Cover Story: Direct Marketer of the Year: Sandy Carter
In 2010, the organization inducted Carter into the WITI Hall of Fame.
"I believe that people are people and you're put in positions because of your performance," Carter says. "But I do feel a great deal of responsibility to help other women be successful. … [Retired IBMer J.T. "Ted" Childs Jr., now a workforce diversity consultant,] taught me, early on, that it's everybody's responsibility to pull someone through. That's what he called it. Reach back and pull someone through.
"And I feel because of who I am," Carter continues, "I have a great responsibility to do that. To pull others through. To help. And doing that, not because they're women, but doing that because I see talent and potential and just know that they might need a little nudge to be more successful, a little confidence or a little extra push. And I do feel a great sense of responsibility to do that, based on where I am."
Even as Carter alludes to currently mentoring talented marketers, she has some thoughts on what they and other marketers will need to consider in the future.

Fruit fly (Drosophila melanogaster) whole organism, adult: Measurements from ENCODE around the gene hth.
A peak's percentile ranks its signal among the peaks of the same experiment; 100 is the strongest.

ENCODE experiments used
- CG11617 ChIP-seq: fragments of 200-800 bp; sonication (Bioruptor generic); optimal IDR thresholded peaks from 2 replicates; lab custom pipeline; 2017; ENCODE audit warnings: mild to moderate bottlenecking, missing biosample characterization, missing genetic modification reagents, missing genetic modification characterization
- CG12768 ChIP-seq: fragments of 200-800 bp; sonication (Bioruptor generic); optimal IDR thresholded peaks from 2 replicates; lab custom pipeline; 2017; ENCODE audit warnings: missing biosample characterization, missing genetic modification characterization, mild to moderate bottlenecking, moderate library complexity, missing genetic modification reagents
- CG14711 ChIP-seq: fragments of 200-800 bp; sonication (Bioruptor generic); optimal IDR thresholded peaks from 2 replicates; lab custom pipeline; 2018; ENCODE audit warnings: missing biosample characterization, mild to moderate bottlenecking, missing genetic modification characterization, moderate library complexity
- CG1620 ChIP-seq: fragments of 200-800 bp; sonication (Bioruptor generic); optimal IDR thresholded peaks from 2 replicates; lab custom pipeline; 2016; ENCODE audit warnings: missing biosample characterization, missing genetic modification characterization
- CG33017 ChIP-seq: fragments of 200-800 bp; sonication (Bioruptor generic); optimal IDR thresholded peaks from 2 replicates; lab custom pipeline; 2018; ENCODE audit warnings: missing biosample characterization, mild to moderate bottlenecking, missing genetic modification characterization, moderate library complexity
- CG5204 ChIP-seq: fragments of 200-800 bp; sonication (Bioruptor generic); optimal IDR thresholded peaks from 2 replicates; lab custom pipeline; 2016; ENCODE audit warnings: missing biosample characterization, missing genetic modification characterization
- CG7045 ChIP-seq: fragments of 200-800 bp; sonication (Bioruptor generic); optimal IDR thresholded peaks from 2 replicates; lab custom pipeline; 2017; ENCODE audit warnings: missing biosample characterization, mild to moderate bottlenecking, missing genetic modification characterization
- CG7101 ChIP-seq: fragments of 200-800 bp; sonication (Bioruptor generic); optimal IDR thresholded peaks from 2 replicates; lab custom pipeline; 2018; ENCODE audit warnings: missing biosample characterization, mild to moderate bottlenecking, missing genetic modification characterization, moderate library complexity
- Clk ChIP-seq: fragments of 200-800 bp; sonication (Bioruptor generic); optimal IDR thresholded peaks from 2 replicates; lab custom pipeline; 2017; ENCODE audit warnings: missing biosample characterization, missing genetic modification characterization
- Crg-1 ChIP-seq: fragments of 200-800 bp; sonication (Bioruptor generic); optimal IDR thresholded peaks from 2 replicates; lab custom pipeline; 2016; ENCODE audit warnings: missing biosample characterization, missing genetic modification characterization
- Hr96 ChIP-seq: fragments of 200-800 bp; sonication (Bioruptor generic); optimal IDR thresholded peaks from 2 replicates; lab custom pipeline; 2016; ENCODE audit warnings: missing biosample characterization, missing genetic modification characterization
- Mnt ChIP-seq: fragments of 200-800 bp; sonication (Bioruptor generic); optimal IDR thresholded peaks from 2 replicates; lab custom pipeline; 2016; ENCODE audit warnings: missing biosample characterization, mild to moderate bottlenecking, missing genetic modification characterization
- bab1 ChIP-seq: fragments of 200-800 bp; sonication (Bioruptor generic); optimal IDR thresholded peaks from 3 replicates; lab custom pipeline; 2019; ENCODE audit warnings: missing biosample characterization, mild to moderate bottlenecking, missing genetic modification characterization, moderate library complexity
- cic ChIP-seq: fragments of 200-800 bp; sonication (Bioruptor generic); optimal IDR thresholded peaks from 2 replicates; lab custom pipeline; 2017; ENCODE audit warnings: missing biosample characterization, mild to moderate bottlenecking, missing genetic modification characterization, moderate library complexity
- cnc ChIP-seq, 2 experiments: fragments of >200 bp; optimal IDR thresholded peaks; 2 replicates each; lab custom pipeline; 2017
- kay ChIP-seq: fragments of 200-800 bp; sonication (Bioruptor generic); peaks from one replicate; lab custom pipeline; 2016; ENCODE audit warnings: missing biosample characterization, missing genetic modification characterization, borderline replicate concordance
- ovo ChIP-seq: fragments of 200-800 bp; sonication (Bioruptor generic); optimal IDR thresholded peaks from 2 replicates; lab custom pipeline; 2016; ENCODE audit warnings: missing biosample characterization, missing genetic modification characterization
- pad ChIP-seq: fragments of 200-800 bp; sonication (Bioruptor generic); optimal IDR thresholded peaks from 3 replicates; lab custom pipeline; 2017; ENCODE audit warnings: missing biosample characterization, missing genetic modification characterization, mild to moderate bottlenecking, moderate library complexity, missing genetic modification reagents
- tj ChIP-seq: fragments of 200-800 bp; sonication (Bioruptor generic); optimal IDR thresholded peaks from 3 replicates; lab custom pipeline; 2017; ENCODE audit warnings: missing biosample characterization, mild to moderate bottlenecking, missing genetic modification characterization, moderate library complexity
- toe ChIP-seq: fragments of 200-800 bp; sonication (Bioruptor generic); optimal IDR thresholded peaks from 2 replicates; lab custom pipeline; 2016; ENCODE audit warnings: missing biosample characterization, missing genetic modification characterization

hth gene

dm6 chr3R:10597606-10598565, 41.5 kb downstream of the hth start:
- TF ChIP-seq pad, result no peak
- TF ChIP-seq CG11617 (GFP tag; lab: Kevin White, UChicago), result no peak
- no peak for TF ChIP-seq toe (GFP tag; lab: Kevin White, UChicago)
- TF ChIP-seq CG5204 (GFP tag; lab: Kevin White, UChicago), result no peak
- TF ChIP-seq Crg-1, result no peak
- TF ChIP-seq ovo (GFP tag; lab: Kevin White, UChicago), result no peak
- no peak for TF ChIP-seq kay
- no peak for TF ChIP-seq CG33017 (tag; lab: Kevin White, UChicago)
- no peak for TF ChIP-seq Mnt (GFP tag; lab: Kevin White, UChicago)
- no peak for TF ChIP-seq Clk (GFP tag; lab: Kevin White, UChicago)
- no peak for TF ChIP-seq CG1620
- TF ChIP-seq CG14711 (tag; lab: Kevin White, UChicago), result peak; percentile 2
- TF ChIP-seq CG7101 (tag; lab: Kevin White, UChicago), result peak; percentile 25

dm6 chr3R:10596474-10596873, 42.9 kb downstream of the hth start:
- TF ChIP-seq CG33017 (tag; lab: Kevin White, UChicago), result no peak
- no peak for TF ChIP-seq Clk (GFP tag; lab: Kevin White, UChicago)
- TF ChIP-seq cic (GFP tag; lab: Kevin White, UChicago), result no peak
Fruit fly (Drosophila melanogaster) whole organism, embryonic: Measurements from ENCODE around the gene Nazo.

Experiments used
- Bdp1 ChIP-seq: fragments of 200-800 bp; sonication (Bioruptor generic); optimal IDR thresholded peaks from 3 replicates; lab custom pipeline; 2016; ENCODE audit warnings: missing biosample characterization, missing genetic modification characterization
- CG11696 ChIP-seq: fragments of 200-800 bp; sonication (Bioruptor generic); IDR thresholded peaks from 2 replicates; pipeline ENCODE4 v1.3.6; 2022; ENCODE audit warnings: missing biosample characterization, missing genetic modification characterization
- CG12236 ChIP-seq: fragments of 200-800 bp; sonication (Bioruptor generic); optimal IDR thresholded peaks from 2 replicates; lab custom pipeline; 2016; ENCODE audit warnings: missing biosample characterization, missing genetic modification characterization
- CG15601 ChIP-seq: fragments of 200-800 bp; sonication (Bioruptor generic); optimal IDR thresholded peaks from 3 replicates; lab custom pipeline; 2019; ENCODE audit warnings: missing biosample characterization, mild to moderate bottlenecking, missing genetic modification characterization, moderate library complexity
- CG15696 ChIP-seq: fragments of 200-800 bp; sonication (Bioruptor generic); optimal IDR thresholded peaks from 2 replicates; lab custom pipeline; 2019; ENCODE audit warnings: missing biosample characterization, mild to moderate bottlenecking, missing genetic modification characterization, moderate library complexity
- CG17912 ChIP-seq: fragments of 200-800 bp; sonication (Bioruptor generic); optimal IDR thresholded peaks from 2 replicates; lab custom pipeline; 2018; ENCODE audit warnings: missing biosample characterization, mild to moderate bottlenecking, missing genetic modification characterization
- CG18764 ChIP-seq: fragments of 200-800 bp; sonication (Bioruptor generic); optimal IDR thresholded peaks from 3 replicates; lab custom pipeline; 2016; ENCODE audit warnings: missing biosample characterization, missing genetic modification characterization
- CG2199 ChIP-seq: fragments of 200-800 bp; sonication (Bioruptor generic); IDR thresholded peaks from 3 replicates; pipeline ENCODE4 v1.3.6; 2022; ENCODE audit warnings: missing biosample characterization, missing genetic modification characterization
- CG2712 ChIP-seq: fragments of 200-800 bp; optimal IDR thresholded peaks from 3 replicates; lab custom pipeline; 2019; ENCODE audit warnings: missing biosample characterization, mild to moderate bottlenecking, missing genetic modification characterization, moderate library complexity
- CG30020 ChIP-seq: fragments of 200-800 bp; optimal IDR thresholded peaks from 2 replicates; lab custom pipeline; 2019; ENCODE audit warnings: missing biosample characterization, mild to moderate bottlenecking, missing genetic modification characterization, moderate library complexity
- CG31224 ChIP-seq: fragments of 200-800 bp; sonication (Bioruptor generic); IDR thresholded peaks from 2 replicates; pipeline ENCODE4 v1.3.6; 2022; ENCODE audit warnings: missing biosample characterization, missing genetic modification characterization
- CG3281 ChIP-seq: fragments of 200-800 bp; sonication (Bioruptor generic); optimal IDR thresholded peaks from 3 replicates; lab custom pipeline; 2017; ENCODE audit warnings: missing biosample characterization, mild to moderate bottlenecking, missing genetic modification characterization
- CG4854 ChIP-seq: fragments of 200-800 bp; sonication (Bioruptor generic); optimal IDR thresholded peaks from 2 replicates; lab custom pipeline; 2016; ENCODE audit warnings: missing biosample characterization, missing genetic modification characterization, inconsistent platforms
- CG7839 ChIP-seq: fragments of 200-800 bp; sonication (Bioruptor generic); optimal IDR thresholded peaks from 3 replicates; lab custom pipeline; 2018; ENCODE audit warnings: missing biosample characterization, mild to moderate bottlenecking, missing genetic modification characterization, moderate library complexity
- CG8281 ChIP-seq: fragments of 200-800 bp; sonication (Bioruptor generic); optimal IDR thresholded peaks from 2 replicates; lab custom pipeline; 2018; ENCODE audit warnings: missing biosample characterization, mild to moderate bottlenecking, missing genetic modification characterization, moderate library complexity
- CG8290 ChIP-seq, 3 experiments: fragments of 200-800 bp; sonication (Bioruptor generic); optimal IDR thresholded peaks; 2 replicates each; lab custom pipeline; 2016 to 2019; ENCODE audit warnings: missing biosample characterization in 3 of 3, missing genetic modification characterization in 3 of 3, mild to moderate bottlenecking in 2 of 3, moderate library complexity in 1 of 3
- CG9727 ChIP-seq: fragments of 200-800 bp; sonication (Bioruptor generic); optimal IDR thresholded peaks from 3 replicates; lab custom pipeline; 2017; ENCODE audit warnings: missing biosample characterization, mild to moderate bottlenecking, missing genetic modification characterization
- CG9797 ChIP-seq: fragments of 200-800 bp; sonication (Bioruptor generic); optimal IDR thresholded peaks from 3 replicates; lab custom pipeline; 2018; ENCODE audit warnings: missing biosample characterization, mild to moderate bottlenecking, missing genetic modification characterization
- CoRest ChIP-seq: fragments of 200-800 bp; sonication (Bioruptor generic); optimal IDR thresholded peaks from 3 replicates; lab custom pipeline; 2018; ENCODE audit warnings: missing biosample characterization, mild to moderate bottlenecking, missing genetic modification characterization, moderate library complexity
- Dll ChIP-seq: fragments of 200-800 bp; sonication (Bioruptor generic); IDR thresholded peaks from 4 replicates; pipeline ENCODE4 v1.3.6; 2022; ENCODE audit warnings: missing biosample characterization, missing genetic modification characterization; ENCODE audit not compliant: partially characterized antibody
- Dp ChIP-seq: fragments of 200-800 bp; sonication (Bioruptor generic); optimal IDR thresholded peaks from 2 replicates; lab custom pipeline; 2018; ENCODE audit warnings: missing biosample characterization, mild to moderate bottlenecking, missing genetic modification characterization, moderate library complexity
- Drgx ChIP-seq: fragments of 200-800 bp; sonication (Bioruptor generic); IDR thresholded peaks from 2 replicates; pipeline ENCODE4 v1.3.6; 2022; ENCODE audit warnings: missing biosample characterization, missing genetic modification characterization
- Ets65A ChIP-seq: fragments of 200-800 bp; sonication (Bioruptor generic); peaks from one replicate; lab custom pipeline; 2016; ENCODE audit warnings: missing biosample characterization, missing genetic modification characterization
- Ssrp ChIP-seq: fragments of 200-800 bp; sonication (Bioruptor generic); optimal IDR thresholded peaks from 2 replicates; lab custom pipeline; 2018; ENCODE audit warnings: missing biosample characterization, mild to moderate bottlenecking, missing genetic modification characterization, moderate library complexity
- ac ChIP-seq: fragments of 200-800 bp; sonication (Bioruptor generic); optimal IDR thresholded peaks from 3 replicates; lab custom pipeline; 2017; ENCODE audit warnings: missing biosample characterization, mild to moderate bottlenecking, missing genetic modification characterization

Mobile is important to know, but it has been for a while now, Carter says. Pay attention to the cloud, she advises. And definitely stop thinking of customer funnels. She sees it as a circle, with consumers and customers entering and exiting "all over the place," causing the need for a perpetual campaign.
"To be a great marketer today, you have to be able to use technology," Carter says. "Use the analytics. In fact, a lot of IBM research shows that marketing and IT getting together and partnering today is the most powerful partnership that exists out there. And so I think that a lot of marketers came up … on the agency side, or they're just on the creative side, and they're fearful of the technology. I think it's changing a little bit with the next generation, but I think a set of [a] generation today is a little fearful of that technology."